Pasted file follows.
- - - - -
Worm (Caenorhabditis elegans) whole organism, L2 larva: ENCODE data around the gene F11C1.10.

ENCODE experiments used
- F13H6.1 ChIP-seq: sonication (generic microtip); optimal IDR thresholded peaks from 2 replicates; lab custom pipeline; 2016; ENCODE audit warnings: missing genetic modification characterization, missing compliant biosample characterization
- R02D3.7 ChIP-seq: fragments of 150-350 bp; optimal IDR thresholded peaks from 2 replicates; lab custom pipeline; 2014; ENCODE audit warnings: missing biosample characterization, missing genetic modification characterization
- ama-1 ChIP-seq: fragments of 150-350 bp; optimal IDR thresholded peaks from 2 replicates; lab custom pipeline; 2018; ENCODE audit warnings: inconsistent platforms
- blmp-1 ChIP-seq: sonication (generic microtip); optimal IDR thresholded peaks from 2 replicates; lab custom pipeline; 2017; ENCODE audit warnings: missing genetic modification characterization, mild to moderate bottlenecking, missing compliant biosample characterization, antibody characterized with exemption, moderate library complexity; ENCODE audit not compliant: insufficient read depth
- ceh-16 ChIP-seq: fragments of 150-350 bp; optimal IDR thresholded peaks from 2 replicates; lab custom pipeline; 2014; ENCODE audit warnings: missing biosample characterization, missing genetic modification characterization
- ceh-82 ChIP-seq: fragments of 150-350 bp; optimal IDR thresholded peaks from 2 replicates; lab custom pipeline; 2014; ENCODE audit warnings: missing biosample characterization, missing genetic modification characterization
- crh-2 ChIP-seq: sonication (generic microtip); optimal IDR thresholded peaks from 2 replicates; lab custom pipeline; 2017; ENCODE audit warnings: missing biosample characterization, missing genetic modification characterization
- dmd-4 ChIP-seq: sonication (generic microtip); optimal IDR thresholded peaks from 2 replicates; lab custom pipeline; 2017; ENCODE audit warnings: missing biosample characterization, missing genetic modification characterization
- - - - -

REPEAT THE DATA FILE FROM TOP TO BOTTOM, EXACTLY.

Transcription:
Worm (Caenorhabditis elegans) whole organism, L2 larva: ENCODE data around the gene F11C1.10.

ENCODE experiments used
- F13H6.1 ChIP-seq: sonication (generic microtip); optimal IDR thresholded peaks from 2 replicates; lab custom pipeline; 2016; ENCODE audit warnings: missing genetic modification characterization, missing compliant biosample characterization
- R02D3.7 ChIP-seq: fragments of 150-350 bp; optimal IDR thresholded peaks from 2 replicates; lab custom pipeline; 2014; ENCODE audit warnings: missing biosample characterization, missing genetic modification characterization
- ama-1 ChIP-seq: fragments of 150-350 bp; optimal IDR thresholded peaks from 2 replicates; lab custom pipeline; 2018; ENCODE audit warnings: inconsistent platforms
- blmp-1 ChIP-seq: sonication (generic microtip); optimal IDR thresholded peaks from 2 replicates; lab custom pipeline; 2017; ENCODE audit warnings: missing genetic modification characterization, mild to moderate bottlenecking, missing compliant biosample characterization, antibody characterized with exemption, moderate library complexity; ENCODE audit not compliant: insufficient read depth
- ceh-16 ChIP-seq: fragments of 150-350 bp; optimal IDR thresholded peaks from 2 replicates; lab custom pipeline; 2014; ENCODE audit warnings: missing biosample characterization, missing genetic modification characterization
- ceh-82 ChIP-seq: fragments of 150-350 bp; optimal IDR thresholded peaks from 2 replicates; lab custom pipeline; 2014; ENCODE audit warnings: missing biosample characterization, missing genetic modification characterization
- crh-2 ChIP-seq: sonication (generic microtip); optimal IDR thresholded peaks from 2 replicates; lab custom pipeline; 2017; ENCODE audit warnings: missing biosample characterization, missing genetic modification characterization
- dmd-4 ChIP-seq: sonication (generic microtip); optimal IDR thresholded peaks from 2 replicates; lab custom pipeline; 2017; ENCODE audit warnings: missing biosample characterization, missing genetic modification characterization